Michael Jackson conspiracy theories: The media at its tabloid best
There's an inevitable arc to the media's insatiable desire to over-cover a story that sells newspapers, scores website hits or earns big TV ratings. I wish I could say that the press has sunk to new lows in its Michael Jackson frenzy, but you could probably track pretty much the same arc in the media's coverage of the early 1920s Fatty Arbuckle sex scandal or Marilyn Monroe's overdose of pills in the 1960s. To put a new spin on the take of a pioneering media critic: Never underestimate the salaciousness of the American people.
So while the first days of the media's wall-to-wall absorption in All Things Michael were largely respectful, culminating with the wide-eyed coverage of what appeared to be a state funeral, the all-seeing media eye has slowly but surely become more skeptical, more trivialized and more bizarre, with even supposedly respectable network news anchors taking us on ghoulish tours of the dead star's deserted Neverland Ranch. And, of course, all of this comes before the arrival of the autopsy findings, which will surely unleash a torrent of revisionism, with media scolds coming out of the woodwork to admonish Jackson for his self-indulgent lifestyle -- and no doubt admonish the rest of us for somehow aiding and abetting his excesses.
So how low have we sunk already? Here's a few juicy current examples:
1) Michael's loyal sibling LaToya gave a truly outlandish interview to the tawdry News of the World (first question: Did she get paid? If not, why talk to a scuzzy tabloid?) In the interview, she claims that "Michael was murdered," offering the inevitable conspiracy angle by adding, "We don't think just one person was involved. Rather it was a conspiracy of people." This, of course, is great stuff. If the Kennedy assassination had a one bullet theory, soon the Michael Jackson death will have a one syringe theory.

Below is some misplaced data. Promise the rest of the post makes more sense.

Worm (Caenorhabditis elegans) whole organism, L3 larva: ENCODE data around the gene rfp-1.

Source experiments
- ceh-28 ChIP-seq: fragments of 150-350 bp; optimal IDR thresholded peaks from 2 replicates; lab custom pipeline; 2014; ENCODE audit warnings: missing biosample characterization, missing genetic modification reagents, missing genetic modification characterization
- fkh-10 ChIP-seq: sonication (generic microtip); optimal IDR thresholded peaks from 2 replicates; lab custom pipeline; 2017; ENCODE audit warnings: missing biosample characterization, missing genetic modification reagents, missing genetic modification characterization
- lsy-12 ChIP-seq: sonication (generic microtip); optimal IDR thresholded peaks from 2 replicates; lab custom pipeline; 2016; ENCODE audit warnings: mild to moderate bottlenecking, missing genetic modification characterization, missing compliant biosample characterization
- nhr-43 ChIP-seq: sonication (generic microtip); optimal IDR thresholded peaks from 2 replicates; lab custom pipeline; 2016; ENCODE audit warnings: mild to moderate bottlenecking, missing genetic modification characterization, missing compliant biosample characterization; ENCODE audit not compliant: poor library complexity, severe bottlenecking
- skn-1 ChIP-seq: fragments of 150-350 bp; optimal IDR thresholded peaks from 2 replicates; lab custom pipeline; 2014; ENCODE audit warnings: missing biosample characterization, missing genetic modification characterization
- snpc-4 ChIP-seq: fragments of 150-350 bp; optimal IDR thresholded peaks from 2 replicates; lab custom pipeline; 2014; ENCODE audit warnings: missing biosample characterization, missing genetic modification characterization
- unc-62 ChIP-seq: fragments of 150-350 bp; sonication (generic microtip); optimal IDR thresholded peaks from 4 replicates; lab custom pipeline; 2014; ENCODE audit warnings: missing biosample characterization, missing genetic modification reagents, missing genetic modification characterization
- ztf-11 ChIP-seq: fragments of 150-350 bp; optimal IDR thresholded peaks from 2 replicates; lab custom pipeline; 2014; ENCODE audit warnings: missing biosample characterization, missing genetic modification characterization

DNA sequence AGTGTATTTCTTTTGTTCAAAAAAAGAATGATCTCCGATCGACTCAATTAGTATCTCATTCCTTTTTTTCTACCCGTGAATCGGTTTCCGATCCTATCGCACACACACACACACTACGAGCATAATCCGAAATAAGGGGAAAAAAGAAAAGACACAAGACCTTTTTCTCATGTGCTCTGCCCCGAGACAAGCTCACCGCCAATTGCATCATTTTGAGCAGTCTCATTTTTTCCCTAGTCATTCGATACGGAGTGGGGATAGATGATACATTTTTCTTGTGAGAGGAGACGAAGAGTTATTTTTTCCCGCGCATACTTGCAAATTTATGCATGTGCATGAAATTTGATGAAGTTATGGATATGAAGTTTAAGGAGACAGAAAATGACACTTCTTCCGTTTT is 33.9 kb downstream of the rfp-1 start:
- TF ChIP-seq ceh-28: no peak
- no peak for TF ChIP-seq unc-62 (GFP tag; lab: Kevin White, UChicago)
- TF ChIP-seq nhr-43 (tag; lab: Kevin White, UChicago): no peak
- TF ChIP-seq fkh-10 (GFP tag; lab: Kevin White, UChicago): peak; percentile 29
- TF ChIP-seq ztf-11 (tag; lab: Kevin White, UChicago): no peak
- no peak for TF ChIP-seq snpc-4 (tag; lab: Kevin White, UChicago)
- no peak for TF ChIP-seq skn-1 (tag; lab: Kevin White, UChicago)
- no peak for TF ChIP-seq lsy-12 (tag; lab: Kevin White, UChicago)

2) An obscure Michael Jackson biographer (meaning a guy no one had ever heard of before last week) bounds forward to claim that Jackson was gay, presenting as evidence two men he says he interviewed who both said they had sex with the singer. The great touch of telling detail is that the biographer -- Ian Halperin -- identifies one source as a waiter (which, of course, is a euphemism for aspiring actor), the other as (surprise!) an aspiring actor named Lawrence, only supplying his first name (even though the spelling is a tad different, could we say Lawrence as in Olivier?).
3) The same biographer surfaces in another story, in which he claims that Joe Jackson, the late singer's notoriously all-controlling stage dad, was trying to get Michael's children to brush up on their performing skills and hit the road, going on a world tour in 2010 as the Jackson 3 -- presumably with a record deal to follow.
I'll be watching to see who pops up next, wondering who will tempt the always-easy-to-seduce media with some new fanciful fable of Jackson excess or eccentricity. As in all things media, the only operative question is: How low can we go?
Photo: Michael Jackson at the 2006 World Music Awards. Credit: Dave Hogan / Getty Images.